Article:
When it comes to noise, that depends on the impedance of the connected source and ranges from -124dB for a 600(omega) source to better than -130dB for a 50(omega) source. With a typical mic impedance of 150(omega), the Equivalent Input Noise is -128dB. The distortion figures are also exceptionally good with the 'distortion plus noise' figure coming out at better than 0.001 percent for 20dB of gain and better than 0.005 percent for 60dB of gain, measured with a +20dBu output. A maximum output level of +25dBu is available before clipping, so there's plenty of level to drive even the most insensitive converters.
As I'd expected from the technical description, the Grace Model 101 exhibits no discernible coloration, and it is just as quiet as it promises to be. I did some tests with a Sennheiser MKH20 microphone, as it is extremely quiet. There's a little audible hiss at the maximum gain setting, but no more than you'd expect. Even at close to maximum gain the noise is gratifyingly low, and with typical capacitor mics you rarely need anything like maximum gain. In any typical application the noise can be considered negligible, and in many instances the mic electronics are likely to contribute more noise than this preamp. The metering LED flashes green when the input exceeds -20dBu, and turns red at +16dBu leaving 9dB or so of headroom prior to clipping.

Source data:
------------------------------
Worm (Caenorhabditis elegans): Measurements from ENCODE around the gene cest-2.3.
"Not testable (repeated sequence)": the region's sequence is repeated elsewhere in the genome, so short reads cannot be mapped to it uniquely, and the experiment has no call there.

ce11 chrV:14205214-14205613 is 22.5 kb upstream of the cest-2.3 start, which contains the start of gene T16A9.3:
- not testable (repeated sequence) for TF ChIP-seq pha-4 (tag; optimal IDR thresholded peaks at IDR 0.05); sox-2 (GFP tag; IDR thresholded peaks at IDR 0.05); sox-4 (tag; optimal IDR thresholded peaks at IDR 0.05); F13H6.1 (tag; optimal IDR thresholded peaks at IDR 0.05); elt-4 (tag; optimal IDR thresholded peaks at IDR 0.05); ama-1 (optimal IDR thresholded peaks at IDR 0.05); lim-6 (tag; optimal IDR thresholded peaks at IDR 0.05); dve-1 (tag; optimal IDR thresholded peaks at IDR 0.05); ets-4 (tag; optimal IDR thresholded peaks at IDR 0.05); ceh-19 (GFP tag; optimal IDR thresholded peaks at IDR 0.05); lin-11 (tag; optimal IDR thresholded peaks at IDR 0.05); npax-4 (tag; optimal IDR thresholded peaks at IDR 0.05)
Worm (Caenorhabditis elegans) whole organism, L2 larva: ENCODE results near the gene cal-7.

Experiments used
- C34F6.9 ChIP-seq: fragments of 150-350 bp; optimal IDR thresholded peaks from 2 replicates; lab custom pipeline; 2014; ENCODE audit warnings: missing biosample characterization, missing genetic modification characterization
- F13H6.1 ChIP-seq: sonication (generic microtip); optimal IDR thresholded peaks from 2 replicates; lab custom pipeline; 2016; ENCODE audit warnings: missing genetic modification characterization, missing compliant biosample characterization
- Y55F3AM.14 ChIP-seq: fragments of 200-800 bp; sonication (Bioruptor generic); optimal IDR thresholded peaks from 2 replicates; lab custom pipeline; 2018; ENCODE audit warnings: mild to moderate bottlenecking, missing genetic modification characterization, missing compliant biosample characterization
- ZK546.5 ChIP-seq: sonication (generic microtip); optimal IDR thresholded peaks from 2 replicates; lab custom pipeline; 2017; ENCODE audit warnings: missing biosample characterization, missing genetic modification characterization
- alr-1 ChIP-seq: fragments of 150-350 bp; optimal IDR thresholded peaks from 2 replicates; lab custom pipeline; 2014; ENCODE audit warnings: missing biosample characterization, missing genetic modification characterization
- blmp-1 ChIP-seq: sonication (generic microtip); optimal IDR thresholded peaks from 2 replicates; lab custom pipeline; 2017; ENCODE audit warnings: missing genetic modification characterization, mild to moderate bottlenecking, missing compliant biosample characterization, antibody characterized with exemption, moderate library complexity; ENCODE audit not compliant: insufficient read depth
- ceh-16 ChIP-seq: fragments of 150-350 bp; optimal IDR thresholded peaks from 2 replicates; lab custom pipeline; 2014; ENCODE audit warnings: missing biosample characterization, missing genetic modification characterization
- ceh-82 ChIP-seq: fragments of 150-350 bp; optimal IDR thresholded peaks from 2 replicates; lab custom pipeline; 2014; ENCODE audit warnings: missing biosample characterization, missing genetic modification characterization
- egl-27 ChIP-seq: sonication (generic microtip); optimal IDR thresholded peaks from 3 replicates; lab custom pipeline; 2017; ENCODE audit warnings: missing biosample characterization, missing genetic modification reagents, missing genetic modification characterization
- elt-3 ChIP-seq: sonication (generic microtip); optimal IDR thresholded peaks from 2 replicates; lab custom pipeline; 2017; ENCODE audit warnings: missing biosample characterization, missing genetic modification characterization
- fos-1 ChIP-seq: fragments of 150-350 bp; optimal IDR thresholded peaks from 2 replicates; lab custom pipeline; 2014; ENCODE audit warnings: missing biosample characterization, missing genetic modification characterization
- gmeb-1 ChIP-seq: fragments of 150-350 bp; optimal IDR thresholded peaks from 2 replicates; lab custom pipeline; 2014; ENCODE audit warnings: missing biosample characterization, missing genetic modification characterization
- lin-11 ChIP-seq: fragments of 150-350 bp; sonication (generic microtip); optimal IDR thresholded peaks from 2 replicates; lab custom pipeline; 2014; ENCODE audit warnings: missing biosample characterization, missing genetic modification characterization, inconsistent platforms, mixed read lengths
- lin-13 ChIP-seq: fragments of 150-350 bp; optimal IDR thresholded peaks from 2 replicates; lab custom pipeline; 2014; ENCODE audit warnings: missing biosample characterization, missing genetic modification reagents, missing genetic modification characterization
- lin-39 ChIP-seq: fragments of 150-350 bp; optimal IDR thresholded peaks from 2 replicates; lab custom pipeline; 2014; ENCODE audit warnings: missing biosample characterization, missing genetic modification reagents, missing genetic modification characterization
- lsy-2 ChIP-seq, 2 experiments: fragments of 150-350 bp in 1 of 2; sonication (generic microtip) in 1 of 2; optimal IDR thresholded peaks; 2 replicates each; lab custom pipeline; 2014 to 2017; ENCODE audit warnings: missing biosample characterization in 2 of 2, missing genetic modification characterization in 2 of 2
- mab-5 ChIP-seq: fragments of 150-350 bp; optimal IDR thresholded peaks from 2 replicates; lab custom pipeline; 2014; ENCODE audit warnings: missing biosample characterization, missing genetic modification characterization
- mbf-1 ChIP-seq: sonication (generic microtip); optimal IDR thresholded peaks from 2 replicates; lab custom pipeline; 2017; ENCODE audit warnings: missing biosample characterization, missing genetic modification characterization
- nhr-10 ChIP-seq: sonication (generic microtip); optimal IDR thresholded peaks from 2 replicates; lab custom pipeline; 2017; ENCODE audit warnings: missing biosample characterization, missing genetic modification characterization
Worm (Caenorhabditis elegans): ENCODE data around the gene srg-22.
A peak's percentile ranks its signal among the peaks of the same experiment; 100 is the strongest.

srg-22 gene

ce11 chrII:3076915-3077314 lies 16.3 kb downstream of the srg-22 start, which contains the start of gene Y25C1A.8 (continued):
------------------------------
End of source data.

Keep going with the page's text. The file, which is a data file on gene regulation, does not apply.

If you plug in a neutral mic, you get a neutral sound, whereas if you plug in a mic with character, you can be certain that the character you're hearing is entirely due to the microphone, and is not being influenced by the preamp. Because of this, you'll probably be able to hear more differences between the mics in your collection than with a less transparent mic preamp. This tonal honesty may not always be what you want, but when comparing against lesser preamps, listening through the Model 101 is somewhat like putting on reading glasses — everything becomes much more detailed and 'right' sounding.